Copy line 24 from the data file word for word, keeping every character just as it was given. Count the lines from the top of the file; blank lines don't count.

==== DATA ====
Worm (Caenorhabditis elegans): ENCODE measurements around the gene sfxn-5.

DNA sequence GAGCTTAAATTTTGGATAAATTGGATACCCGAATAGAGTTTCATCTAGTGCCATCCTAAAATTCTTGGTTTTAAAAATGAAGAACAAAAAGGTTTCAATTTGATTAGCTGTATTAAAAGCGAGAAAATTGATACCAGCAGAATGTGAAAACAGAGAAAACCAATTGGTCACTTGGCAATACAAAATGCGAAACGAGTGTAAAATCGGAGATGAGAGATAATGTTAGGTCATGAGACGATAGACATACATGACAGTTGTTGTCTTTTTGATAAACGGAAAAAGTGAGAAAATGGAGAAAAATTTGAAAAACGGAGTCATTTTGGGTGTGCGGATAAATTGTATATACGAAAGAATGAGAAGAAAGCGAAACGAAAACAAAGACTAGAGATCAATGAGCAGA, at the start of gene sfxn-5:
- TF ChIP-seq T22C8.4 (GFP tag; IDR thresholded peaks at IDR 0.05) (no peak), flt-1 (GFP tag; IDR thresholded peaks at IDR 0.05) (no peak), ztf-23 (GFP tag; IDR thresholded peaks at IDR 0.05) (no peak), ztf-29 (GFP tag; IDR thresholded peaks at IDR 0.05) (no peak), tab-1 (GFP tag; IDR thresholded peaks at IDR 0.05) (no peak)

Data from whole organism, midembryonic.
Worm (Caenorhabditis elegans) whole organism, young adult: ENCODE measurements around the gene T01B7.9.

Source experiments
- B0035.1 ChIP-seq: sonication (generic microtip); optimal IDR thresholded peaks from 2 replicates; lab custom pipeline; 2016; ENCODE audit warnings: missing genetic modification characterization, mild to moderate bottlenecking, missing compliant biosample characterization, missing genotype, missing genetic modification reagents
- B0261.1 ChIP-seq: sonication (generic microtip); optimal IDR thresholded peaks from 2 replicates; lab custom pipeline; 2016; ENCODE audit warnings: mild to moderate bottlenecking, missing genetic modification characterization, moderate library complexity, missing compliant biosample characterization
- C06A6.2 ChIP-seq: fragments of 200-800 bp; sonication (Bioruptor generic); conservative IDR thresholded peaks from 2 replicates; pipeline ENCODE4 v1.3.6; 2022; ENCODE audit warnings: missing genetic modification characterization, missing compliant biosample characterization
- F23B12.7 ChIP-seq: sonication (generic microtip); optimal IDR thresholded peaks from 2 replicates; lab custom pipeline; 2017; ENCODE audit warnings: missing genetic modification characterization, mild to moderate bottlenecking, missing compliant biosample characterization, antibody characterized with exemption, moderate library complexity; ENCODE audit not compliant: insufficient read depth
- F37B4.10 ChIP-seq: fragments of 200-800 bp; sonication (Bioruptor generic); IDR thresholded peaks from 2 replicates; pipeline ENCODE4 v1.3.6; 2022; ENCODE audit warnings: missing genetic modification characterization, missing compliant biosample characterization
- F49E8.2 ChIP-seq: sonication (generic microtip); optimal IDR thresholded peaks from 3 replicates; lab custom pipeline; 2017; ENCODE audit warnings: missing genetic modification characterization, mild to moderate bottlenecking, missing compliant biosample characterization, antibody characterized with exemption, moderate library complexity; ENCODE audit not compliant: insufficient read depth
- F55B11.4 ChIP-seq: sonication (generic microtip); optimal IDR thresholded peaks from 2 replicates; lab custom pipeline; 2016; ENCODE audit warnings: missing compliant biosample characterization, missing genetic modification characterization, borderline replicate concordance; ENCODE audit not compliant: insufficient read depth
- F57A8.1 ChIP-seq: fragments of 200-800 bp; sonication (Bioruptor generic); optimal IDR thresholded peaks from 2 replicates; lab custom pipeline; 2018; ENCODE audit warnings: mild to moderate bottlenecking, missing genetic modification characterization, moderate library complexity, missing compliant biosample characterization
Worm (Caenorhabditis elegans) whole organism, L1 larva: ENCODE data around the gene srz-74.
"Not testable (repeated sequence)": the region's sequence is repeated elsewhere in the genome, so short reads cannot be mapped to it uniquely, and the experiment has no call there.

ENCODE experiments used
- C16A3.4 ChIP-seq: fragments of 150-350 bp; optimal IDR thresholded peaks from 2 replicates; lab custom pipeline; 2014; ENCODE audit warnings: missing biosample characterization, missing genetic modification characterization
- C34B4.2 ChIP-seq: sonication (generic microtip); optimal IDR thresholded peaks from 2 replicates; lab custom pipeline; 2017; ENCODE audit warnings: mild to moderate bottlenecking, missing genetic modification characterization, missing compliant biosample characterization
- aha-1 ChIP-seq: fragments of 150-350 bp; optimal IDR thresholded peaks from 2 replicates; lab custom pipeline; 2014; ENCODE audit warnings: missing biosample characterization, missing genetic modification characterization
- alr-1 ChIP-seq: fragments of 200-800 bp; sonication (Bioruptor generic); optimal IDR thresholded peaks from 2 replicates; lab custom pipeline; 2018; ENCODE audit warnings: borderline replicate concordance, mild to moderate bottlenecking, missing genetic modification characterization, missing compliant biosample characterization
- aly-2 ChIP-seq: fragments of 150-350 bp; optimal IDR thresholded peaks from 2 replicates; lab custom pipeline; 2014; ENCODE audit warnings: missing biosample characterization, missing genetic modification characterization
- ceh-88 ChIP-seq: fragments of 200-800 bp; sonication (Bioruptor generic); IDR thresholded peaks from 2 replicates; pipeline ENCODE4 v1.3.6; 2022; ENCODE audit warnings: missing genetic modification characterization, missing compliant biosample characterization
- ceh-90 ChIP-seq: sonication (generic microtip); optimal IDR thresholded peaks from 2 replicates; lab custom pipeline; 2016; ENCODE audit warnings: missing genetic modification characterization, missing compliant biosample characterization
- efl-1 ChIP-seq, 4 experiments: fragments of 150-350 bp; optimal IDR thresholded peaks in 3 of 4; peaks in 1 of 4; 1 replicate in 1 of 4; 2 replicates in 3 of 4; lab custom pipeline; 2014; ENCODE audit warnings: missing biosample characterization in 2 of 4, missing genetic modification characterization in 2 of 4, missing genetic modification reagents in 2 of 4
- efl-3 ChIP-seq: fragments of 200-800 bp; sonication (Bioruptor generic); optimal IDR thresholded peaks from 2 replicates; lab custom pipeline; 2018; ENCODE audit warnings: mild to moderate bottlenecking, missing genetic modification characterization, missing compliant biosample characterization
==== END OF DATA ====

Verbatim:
- ceh-90 ChIP-seq: sonication (generic microtip); optimal IDR thresholded peaks from 2 replicates; lab custom pipeline; 2016; ENCODE audit warnings: missing genetic modification characterization, missing compliant biosample characterization